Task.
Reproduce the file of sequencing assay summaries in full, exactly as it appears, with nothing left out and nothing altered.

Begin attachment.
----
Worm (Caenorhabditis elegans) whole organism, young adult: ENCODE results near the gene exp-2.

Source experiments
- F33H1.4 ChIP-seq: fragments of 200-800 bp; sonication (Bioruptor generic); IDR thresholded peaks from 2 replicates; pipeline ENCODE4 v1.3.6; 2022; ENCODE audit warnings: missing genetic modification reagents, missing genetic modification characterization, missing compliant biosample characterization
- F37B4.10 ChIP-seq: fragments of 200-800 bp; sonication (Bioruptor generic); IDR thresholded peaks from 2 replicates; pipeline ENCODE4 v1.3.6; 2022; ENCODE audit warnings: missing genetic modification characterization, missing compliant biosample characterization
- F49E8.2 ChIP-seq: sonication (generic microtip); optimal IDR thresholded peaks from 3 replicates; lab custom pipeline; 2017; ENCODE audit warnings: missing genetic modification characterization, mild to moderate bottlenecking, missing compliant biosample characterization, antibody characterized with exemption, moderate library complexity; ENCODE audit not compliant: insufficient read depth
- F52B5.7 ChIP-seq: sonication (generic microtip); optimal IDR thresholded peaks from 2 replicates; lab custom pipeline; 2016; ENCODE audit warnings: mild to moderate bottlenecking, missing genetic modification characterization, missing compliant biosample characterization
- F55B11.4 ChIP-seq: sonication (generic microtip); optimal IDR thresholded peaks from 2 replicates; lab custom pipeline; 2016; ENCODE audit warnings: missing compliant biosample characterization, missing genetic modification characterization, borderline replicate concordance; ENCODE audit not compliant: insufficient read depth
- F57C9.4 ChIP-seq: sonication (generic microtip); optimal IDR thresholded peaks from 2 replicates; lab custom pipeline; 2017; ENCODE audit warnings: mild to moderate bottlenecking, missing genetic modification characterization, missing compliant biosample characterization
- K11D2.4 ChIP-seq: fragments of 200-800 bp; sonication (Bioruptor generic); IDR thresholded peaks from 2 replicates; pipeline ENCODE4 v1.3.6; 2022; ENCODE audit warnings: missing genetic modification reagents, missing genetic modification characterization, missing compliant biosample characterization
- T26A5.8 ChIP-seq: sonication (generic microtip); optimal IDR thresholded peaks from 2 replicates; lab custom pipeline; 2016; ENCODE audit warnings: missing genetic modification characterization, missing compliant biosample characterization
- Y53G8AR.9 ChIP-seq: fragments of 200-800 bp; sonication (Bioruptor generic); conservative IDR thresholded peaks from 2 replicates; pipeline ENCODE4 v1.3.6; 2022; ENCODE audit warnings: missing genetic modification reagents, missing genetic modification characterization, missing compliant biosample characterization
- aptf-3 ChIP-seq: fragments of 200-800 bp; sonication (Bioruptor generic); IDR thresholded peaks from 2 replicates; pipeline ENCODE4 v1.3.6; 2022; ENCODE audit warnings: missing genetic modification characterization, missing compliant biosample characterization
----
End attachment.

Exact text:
Worm (Caenorhabditis elegans) whole organism, young adult: ENCODE results near the gene exp-2.

Source experiments
- F33H1.4 ChIP-seq: fragments of 200-800 bp; sonication (Bioruptor generic); IDR thresholded peaks from 2 replicates; pipeline ENCODE4 v1.3.6; 2022; ENCODE audit warnings: missing genetic modification reagents, missing genetic modification characterization, missing compliant biosample characterization
- F37B4.10 ChIP-seq: fragments of 200-800 bp; sonication (Bioruptor generic); IDR thresholded peaks from 2 replicates; pipeline ENCODE4 v1.3.6; 2022; ENCODE audit warnings: missing genetic modification characterization, missing compliant biosample characterization
- F49E8.2 ChIP-seq: sonication (generic microtip); optimal IDR thresholded peaks from 3 replicates; lab custom pipeline; 2017; ENCODE audit warnings: missing genetic modification characterization, mild to moderate bottlenecking, missing compliant biosample characterization, antibody characterized with exemption, moderate library complexity; ENCODE audit not compliant: insufficient read depth
- F52B5.7 ChIP-seq: sonication (generic microtip); optimal IDR thresholded peaks from 2 replicates; lab custom pipeline; 2016; ENCODE audit warnings: mild to moderate bottlenecking, missing genetic modification characterization, missing compliant biosample characterization
- F55B11.4 ChIP-seq: sonication (generic microtip); optimal IDR thresholded peaks from 2 replicates; lab custom pipeline; 2016; ENCODE audit warnings: missing compliant biosample characterization, missing genetic modification characterization, borderline replicate concordance; ENCODE audit not compliant: insufficient read depth
- F57C9.4 ChIP-seq: sonication (generic microtip); optimal IDR thresholded peaks from 2 replicates; lab custom pipeline; 2017; ENCODE audit warnings: mild to moderate bottlenecking, missing genetic modification characterization, missing compliant biosample characterization
- K11D2.4 ChIP-seq: fragments of 200-800 bp; sonication (Bioruptor generic); IDR thresholded peaks from 2 replicates; pipeline ENCODE4 v1.3.6; 2022; ENCODE audit warnings: missing genetic modification reagents, missing genetic modification characterization, missing compliant biosample characterization
- T26A5.8 ChIP-seq: sonication (generic microtip); optimal IDR thresholded peaks from 2 replicates; lab custom pipeline; 2016; ENCODE audit warnings: missing genetic modification characterization, missing compliant biosample characterization
- Y53G8AR.9 ChIP-seq: fragments of 200-800 bp; sonication (Bioruptor generic); conservative IDR thresholded peaks from 2 replicates; pipeline ENCODE4 v1.3.6; 2022; ENCODE audit warnings: missing genetic modification reagents, missing genetic modification characterization, missing compliant biosample characterization
- aptf-3 ChIP-seq: fragments of 200-800 bp; sonication (Bioruptor generic); IDR thresholded peaks from 2 replicates; pipeline ENCODE4 v1.3.6; 2022; ENCODE audit warnings: missing genetic modification characterization, missing compliant biosample characterization